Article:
Frequently Asked Questions
With any new pup, potty training is the first order of business
With any new pup, potty training is the first order of business. Potty training is all about scheduling. Keep in mind, food and water in, means food and water out.
It is important to know how much you should feed your pup. Every food manufacturer has guidelines, either on the bag, or on-line. Your vet is also a good person to ask. Make sure you aren’t over or under feeding your pup.
You also want to feed your pup a good quality, puppy food. The lower quality foods are mostly filler, and cause dogs to create a lot more waste. Do your research, and check with your vet. Sometimes, finding the food that suits your pup will take some time, but don’t give up.
Potty training is all about scheduling. You are getting your pup on a solid feeding and potty routine. (There is a chart at the end of this workbook that will help.)
- When your pup gets home, skip one meal. A puppy’s digestive system is fast, much faster than a human’s. Skipping one meal will assure that your pup has emptied itself out, completely.
- Feed your pup the correct amount of food, logging the time they ate, and the amount. Again, check the manufacturer’s recommendation, or check with your vet.
- Feed your pup in the kennel, or by hand, so they don’t get distracted.
- As soon as your pup finishes eating, take them outside. I recommend carrying your pup outdoors, to assure there are no accidents in route. Be sure you have your pup on a leash outside, so they don’t get confused and think it is play time.
- Take your pup to the same place every time. Place your pup on the ground and say whatever word you want to associate with going to the bathroom.
- Give your pup about 4-5 minutes but stay in the same area. We want to make sure your pup knows exactly where to go to the bathroom.
- If your pup goes to the bathroom say “Yes” and reward with a tasty treat. I like to use a small piece of lunch meat, or cheese.
- If you pup doesn’t go to the bathroom, simply pick them up, go inside, and put them in their crate. Set a timer for 3-5 minutes and do steps 4-7 again. Keep doing this, until the pup goes to the bathroom.
- As soon as your pup goes to the bathroom, note the time, even if it goes in the kennel. We are trying to get a good timeline. We want to know how long it takes your pup to go to the bathroom, after they eat.
- Repeat this for several days. By keeping track of times, you will start to see a pattern emerge. This is your pup’s potty schedule.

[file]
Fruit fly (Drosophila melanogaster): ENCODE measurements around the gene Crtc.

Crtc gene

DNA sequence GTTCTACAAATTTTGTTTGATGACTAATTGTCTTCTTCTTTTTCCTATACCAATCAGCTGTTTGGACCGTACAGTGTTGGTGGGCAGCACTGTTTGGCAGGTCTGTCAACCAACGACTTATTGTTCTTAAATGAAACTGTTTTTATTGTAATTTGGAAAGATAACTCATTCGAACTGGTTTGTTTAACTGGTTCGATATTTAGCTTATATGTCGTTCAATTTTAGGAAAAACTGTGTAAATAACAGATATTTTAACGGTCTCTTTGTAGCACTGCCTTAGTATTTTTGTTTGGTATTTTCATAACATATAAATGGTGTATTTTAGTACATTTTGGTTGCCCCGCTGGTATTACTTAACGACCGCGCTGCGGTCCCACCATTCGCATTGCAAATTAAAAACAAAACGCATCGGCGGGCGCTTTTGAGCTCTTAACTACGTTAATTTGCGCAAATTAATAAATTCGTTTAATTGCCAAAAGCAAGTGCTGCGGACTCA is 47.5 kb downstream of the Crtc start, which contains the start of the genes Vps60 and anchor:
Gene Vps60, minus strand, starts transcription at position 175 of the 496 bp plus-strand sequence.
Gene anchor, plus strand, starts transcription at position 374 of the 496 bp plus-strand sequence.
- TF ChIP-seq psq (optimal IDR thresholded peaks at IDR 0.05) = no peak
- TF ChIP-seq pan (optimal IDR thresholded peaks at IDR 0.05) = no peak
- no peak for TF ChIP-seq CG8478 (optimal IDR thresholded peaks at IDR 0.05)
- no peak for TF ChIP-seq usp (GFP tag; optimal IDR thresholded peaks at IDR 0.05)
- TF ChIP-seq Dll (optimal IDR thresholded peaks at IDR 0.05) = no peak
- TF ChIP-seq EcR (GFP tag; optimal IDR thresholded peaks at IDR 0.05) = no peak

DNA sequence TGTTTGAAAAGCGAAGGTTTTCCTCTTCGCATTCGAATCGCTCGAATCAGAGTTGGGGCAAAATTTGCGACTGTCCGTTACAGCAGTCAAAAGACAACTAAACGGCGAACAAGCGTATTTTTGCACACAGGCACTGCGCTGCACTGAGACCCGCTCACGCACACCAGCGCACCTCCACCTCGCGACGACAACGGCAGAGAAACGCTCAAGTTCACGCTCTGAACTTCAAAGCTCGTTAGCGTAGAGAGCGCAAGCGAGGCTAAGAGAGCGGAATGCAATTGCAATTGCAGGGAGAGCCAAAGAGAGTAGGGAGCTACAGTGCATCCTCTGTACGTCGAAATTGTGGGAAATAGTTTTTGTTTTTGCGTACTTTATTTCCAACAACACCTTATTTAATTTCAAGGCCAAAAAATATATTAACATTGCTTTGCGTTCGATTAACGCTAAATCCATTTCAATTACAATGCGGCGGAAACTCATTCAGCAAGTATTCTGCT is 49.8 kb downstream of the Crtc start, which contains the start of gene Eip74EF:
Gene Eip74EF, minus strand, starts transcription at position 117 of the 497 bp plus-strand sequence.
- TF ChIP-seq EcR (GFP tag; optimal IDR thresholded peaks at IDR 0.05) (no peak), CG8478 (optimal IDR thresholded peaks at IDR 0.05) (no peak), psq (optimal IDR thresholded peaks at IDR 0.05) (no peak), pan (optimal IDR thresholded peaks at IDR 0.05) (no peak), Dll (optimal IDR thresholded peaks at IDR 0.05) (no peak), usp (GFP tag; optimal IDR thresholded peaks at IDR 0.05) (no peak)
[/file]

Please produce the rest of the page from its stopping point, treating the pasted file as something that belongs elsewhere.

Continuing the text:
- Follow the same steps with water. Don’t give your pup open access to water. Give them water on a schedule, as well. Give water with food, and several times throughout the day. Be sure to do some research or check with your vet, to determine the amount of water your pup needs daily.The only time limiting water does not apply, is if your pup lives outside. Pups that are in the elements need access to water at all times. Please, also take into consideration your pup’s activity level, when determining the amount of water they need.
Things to remember about potty training
- Potty training is all about schedule.
- Make sure you are feeding the correct amount of food. If you are feeding too much, your pup will go to the bathroom more.
- Your pup should poop 2-3 times per day. If they are going more often, you may be overfeeding, or the food you are feeding doesn’t agree with them.
- Take your pup out on a leash and go to the same spot every time.
- Say a word that you want to associate with going to the bathroom.
- Reward with a high value treat after they go, and immediately go back indoors.
- Punishing for going to the bathroom indoors accomplishes nothing.
- Use the kennel to feed, and in between attempts to go to the bathroom outside. It also helps to do 5 minutes in the kennel, after they do go potty outside.
- Set a timer so you know when to go outside again.
- Keep track of the times of feeding, watering, and going to the bathroom. This will help you know your dog’s schedule.
I can’t talk about potty training and leave out treats.
Remember, treats are food, and our goal here is to regulate the amount of food taken in at each feeding. If you are giving treats in between meals, it makes potty training a lot harder.
As much as it hurts, don’t give your pup treats, especially store-bought treats. They are high in calories, and usually aren’t very healthy.
Believe it or not, your pup will work just fine for dog food. If you insist on giving treats, use something that doesn’t have any filler, and very little volume. Small pieces of lunch meat, chicken, or cheese works well, when you need a high value reward for training. Just remember to go easy, and don’t overfeed your pup. Between meal snacking is a no-no.
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